It’s time for the last News Update of 2018!
The EU based security firm Insinia Security briefly took over several prominent Twitter profiles through the use of an exploit that allowed them to post to the accounts without having to be logged in to them. They did so by analyzing the way Twitter handled requests for tweets from phone numbers, and they were able to replicate that traffic in a way that allowed them to authentically tweet as accounts with a linked phone number. Insinia Security claims that they have reported the vulnerability in the past, and have received no response and cooked up this idea as a way to increase the visibility of the vulnerability. Attacking people’s accounts without permission is a good way to be served a lawsuit, and SOP for this sort of proof-of-concept attack would normally be done using willing volunteers. Insinia Security is claiming that they never actually logged into the accounts, and were unable to see or access any personal information, as their defense against a suit under the Computer Misuse Act. Insinia Security is also claiming that its actions were necessary as the vulnerability allows for extremely targeted and hard to detect spear-phishing attacks coming from trusted figures that would are currently impossible to stop. They’re not wrong that phishing attacks remain the most common method of attack, and anything that would allow an attacker to spoof their identity like Twitter would allow them to make a truly massive watering hole attack.
Source: Security firm hijacks high-profile Twitter accounts
A facility in Gumi, South Korea had the PII of nearly a thousand North Korean defectors revealed in a hack. The information includes their new names, locations, and other details form their time in North Korea. This is especially troubling as North Koreans who have defected to South Korea go missing with some regularity and they occasionally turn up in North Korea having renounced South Korea completely and preaching the North Korean party line on public broadcasts. The information revealed today will only make those efforts easier. The South Korean government has publicly responded by issuing an apology to those affected, but hopefully, they will take more concrete action in private.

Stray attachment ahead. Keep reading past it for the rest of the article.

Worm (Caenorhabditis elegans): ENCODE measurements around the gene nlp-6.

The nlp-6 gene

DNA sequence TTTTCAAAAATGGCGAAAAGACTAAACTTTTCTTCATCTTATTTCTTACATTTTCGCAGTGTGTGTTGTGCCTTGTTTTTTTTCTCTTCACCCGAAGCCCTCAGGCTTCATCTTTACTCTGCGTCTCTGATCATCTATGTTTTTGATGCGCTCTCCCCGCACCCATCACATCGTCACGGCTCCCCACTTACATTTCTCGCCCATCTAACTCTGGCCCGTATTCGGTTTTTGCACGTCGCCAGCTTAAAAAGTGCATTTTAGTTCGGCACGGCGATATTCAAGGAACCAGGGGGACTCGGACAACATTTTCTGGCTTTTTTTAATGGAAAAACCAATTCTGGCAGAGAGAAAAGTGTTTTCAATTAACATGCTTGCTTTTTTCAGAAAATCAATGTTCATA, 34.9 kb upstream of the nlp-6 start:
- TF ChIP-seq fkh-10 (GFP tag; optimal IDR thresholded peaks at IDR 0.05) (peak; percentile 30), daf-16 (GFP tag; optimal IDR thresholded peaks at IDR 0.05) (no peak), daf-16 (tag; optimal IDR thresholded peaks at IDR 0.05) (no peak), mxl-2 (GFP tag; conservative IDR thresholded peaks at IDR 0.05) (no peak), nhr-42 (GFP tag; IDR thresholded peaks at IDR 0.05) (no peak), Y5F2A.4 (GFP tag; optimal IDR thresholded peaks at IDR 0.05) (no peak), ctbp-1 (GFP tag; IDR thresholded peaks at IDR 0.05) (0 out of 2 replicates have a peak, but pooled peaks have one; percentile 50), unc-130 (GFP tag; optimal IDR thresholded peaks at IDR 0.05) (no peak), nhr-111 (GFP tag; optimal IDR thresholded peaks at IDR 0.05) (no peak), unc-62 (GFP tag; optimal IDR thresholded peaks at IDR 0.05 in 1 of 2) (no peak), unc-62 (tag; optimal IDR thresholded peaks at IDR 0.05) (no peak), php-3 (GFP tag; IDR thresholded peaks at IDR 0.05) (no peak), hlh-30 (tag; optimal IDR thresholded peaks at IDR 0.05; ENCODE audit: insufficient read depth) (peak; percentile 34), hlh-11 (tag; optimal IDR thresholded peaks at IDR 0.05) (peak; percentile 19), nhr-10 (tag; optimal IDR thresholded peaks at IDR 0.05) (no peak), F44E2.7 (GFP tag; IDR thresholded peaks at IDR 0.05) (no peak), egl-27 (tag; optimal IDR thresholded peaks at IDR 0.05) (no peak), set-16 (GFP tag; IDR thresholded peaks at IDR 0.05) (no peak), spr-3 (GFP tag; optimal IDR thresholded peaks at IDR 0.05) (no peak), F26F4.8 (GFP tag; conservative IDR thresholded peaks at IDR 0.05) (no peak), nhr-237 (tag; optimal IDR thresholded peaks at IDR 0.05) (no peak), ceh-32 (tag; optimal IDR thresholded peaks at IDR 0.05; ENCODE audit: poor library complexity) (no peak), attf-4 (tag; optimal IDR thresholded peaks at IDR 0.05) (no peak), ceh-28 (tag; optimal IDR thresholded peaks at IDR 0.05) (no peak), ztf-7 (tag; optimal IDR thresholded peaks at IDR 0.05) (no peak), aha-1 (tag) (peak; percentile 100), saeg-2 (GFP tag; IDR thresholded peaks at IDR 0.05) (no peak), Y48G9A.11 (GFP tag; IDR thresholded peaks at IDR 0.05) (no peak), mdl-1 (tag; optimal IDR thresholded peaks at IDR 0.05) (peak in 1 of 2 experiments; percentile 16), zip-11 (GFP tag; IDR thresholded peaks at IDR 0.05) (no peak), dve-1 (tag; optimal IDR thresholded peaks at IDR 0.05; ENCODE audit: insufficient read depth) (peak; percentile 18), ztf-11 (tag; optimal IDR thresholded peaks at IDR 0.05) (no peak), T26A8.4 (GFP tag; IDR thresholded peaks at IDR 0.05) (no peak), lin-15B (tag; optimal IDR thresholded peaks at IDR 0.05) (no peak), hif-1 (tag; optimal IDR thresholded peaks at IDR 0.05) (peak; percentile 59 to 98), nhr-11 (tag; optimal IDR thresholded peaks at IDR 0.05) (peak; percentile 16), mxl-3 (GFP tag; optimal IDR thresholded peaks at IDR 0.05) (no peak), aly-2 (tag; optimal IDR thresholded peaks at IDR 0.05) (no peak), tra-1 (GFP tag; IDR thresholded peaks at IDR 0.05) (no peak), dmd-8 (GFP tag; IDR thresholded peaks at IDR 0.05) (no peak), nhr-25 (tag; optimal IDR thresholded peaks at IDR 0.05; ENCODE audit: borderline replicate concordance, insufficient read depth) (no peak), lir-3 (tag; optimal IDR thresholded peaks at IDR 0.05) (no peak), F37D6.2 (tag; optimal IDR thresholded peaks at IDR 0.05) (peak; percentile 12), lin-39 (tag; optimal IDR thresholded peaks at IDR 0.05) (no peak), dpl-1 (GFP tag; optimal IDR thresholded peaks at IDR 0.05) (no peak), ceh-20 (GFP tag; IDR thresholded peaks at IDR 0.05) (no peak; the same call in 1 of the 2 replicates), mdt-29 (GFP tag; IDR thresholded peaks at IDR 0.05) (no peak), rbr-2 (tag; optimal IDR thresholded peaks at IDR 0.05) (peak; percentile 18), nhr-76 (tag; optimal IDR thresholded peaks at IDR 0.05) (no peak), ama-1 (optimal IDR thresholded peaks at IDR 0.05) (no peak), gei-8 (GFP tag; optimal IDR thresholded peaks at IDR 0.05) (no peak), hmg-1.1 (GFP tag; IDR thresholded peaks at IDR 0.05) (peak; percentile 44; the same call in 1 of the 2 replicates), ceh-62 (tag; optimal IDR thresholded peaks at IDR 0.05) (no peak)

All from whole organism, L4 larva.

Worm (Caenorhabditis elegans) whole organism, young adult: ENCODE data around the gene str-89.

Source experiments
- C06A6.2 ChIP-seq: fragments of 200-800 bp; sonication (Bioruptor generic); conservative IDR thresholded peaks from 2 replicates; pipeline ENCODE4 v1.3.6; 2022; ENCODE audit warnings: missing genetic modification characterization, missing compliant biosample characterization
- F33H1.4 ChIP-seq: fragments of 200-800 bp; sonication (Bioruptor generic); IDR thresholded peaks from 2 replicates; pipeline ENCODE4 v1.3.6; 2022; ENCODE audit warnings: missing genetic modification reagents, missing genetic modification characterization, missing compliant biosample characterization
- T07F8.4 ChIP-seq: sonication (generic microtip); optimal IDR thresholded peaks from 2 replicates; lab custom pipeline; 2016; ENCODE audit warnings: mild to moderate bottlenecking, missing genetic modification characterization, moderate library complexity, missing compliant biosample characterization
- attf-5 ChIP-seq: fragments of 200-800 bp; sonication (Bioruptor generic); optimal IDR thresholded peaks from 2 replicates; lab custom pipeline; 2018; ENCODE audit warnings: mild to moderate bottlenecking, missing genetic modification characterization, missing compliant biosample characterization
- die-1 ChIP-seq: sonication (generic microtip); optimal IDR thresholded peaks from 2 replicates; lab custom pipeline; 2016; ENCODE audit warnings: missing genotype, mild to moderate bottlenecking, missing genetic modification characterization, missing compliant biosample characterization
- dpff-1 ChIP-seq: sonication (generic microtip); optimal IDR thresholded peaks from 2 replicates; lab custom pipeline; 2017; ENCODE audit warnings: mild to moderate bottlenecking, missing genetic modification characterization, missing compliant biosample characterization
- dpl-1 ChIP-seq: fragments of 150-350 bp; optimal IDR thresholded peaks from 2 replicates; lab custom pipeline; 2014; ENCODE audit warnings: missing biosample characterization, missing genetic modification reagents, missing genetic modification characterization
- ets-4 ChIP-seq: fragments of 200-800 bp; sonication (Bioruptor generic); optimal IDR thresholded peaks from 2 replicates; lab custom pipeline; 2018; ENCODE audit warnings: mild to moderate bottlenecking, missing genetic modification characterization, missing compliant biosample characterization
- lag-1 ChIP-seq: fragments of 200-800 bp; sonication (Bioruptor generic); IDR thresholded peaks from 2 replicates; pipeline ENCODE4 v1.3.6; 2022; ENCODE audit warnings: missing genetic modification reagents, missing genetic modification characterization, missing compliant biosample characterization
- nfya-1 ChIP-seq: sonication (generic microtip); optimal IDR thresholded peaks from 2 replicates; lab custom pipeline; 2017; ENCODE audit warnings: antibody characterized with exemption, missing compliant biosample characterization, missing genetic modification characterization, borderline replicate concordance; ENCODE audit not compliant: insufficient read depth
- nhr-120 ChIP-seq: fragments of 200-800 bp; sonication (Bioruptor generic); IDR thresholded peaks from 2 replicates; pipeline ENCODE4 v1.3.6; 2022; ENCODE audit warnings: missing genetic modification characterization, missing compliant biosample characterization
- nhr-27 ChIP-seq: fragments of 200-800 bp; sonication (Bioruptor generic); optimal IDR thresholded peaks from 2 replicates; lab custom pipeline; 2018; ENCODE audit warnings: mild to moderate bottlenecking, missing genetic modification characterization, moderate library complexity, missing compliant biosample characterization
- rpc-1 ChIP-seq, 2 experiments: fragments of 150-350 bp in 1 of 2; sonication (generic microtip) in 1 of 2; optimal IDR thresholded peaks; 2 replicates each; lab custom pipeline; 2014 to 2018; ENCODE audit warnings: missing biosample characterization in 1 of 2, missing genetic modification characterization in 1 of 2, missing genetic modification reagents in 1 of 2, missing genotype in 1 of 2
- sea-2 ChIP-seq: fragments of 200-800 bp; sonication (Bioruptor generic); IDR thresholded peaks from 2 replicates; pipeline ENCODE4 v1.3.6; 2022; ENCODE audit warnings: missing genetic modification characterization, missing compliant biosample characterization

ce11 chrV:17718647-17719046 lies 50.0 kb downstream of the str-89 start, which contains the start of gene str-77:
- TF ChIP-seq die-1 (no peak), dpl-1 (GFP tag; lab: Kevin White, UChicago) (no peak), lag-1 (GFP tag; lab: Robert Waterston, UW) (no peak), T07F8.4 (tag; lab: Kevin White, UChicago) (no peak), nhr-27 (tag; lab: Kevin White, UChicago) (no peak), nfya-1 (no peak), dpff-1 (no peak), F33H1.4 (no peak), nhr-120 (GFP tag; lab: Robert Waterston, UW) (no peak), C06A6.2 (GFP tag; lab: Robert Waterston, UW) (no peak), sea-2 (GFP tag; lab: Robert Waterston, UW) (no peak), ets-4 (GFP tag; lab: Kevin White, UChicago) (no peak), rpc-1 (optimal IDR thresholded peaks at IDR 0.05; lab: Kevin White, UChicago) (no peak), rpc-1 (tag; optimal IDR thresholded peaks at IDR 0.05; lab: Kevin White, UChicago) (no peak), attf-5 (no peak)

Source: North Korean defectors PII exposed
Fortnite, the PUBG style free-for-all game that we know you know about, has become a lucrative business for hackers who take over accounts and then sell them online. The hacked accounts are going for hundreds of dollars in some cases, depending on the skins they possess. One victim has turned his experience into a lesson and now he works to crack and steal others accounts to make a profit. Fortnite hackers rely on complacency to get into the accounts: most users have not setup two-factor authentication or changed the shared password they use for multiple accounts after data breaches. This laxity allows the hackers easy access into the accounts, where they change the contact information associated with them and then enable two-factor authentication. This keeps the original owner out, and allows the attacker to resell the account. The nature of the game means that authorities aren’t quick to chase down the attackers as nothing physical has been lost and no one has been injured. The idea of police arresting someone for stealing some in-game skins is something that most people have some difficulty wrapping their head around. It’s easy to understand a stolen car, but not a purely cosmetic digital item.
Source: Fortnite teen hackers ‘earning thousands of pounds a week’
Max is a Legal Assistant and author residing in the Philadelphia area He has been writing for AskCyberSecurity.com since early 2017.